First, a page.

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Posted
15 Dec 2002

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//========================================================================
// Copyright (c) 20052006, Boxing Wang. All rights reserved.
//========================================================================
using System;
using System.Diagnostics;
namespace Wbx.Math
{
[DebuggerDisplay("{Real} + {Imag}i")]
public struct Complex
{
public double Real;
public double Imag;
[DebuggerStepThrough()]
public Complex(double real, double imag)
{
this.Real = real;
this.Imag = imag;
}
[DebuggerBrowsableAttribute(DebuggerBrowsableState.Never)]
public Complex Conjugate
{
[DebuggerStepThrough()]
get { return new Complex(Real, Imag); }
}
[DebuggerBrowsableAttribute(DebuggerBrowsableState.Never)]
public double Norm
{
[DebuggerStepThrough()]
get { return Real * Real + Imag * Imag; }
}
[DebuggerBrowsableAttribute(DebuggerBrowsableState.Never)]
public double Modulus
{
[DebuggerStepThrough()]
get { return System.Math.Sqrt(Real * Real + Imag * Imag); }
}
[DebuggerBrowsableAttribute(DebuggerBrowsableState.Never)]
public double Argument
{
[DebuggerStepThrough()]
get { return System.Math.Atan2(Imag, Real); }
}
[DebuggerStepThrough()]
public static Complex Polar(double modulus, double argument)
{
return new Complex(
modulus * System.Math.Cos(argument),
modulus * System.Math.Sin(argument));
}
public static Complex operator +(Complex z1, Complex z2)
{
return new Complex(z1.Real + z2.Real, z1.Imag + z2.Imag);
}
public static Complex operator (Complex z1, Complex z2)
{
return new Complex(z1.Real  z2.Real, z1.Imag  z2.Imag);
}
public static Complex operator *(Complex z1, Complex z2)
{
return new Complex(
z1.Real * z2.Real  z1.Imag * z2.Imag,
z1.Real * z2.Imag + z1.Imag * z2.Real);
}
public static Complex operator /(Complex z1, Complex z2)
{
double value = z2.Real * z2.Real + z2.Imag * z2.Imag;
return new Complex(
(z1.Real * z2.Real + z1.Imag * z2.Imag) / value,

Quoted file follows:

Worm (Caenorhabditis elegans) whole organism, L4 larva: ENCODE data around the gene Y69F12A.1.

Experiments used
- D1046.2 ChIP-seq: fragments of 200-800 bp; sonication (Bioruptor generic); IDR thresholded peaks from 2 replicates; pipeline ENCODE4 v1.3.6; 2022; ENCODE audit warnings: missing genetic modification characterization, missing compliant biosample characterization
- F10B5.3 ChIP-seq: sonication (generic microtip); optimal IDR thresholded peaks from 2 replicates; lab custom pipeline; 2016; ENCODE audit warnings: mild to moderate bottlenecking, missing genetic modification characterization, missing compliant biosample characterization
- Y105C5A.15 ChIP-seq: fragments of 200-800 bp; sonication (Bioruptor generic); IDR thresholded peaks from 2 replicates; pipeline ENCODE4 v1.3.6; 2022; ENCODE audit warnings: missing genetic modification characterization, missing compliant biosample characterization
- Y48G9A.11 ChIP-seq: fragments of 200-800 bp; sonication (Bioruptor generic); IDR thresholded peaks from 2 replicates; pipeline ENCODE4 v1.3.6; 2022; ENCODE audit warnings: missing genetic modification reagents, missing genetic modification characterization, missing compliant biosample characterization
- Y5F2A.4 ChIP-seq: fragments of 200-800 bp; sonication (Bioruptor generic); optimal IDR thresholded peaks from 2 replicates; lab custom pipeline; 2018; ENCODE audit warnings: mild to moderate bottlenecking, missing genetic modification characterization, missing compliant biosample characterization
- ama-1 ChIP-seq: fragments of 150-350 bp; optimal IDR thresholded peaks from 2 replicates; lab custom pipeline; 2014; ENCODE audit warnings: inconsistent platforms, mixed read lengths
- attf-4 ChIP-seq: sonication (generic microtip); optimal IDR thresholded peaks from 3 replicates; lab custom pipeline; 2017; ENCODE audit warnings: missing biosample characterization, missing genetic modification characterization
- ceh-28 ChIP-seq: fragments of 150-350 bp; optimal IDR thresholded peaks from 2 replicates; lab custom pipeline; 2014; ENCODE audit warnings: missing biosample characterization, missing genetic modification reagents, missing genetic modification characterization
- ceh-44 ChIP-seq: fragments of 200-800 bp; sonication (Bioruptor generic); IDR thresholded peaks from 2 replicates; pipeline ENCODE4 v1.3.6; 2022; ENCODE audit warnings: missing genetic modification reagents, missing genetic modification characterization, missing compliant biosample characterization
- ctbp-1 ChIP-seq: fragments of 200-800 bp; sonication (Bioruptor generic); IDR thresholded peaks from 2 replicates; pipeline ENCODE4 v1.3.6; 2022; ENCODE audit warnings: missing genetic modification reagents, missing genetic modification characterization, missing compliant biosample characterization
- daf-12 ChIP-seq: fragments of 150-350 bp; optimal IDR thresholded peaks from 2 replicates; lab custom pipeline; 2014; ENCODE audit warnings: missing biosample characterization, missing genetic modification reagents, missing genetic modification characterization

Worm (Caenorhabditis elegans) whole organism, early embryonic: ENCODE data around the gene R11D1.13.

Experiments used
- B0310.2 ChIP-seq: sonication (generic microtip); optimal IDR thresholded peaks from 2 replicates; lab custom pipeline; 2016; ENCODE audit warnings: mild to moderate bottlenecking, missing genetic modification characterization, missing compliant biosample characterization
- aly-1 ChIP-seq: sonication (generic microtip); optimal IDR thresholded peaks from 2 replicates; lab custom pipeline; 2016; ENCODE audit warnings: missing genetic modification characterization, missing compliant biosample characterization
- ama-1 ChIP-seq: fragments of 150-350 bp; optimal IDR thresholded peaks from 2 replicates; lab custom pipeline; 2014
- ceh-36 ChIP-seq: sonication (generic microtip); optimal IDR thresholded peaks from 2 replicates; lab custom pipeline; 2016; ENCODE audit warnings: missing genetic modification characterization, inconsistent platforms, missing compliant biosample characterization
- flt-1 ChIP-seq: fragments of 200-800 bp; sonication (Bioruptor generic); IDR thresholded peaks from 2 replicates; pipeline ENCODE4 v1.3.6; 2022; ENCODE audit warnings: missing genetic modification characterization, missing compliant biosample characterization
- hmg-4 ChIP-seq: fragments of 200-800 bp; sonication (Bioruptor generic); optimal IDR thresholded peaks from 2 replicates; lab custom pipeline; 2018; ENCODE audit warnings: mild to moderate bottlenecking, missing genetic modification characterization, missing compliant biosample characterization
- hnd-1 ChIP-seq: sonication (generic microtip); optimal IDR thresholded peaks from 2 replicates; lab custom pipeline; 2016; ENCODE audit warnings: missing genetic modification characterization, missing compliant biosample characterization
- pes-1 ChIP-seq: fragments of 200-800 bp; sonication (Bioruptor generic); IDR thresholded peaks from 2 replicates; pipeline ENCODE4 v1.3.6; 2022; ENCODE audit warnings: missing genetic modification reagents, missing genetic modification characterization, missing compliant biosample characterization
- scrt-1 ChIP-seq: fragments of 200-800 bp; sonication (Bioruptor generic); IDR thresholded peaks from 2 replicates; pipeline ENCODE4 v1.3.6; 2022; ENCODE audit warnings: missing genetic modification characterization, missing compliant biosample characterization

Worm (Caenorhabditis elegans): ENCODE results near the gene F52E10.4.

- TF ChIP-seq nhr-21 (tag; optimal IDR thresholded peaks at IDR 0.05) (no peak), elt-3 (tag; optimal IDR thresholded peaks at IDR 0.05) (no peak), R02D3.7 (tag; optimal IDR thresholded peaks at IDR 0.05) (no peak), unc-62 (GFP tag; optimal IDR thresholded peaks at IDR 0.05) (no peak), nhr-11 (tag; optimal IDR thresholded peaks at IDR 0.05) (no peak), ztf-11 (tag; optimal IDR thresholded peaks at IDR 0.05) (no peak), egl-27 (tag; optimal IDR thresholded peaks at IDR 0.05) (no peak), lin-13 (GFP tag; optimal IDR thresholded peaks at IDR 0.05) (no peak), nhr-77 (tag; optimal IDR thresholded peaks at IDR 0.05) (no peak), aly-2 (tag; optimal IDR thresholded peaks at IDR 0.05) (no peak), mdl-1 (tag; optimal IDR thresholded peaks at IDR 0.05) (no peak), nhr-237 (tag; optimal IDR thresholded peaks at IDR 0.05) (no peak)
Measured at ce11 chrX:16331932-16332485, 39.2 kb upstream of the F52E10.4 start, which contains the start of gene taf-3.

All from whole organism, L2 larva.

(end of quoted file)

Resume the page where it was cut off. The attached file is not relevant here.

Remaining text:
(z1.Imag * z2.Real  z1.Real * z2.Imag) / value);
}
public static bool operator ==(Complex z1, Complex z2)
{
return (z1.Real == z2.Real && z1.Imag == z2.Imag);
}
public static bool operator !=(Complex z1, Complex z2)
{
return (z1.Real != z2.Real  z1.Imag == z2.Imag);
}
public static Complex Cos(Complex z)
{
Complex z1 = Exp(new Complex(z.Imag, z.Real));
Complex z2 = Exp(new Complex(z.Imag, z.Real));
return new Complex(0.5 * (z1.Real + z2.Real), 0.5 * (z1.Imag + z2.Imag));
}
public static Complex Cosh(Complex z)
{
Complex z1 = Exp(z);
Complex z2 = Exp(new Complex(z.Real, z.Imag));
return new Complex(0.5 * (z1.Real + z2.Real), 0.5 * (z1.Imag + z2.Imag));
}
public static Complex Sin(Complex z)
{
Complex z1 = Exp(new Complex(z.Imag, z.Real));
Complex z2 = Exp(new Complex(z.Imag, z.Real));
return new Complex(0.5 * (z1.Imag  z2.Imag), 0.5 * (z2.Real  z1.Real));
}
public static Complex Sinh(Complex z)
{
Complex z1 = Exp(z);
Complex z2 = Exp(new Complex(z.Real, z.Imag));
return new Complex(0.5 * (z1.Real  z2.Real), 0.5 * (z1.Imag  z2.Imag));
}
public static Complex Tan(Complex z)
{
return Sin(z) / Cos(z);
}
public static Complex Tanh(Complex z)
{
return Sinh(z) / Cosh(z);
}
public static Complex Exp(Complex z)
{
double value = System.Math.Exp(z.Real);
return new Complex(
value * System.Math.Cos(z.Imag),
value * System.Math.Sin(z.Imag));
}
public static Complex Log(Complex z)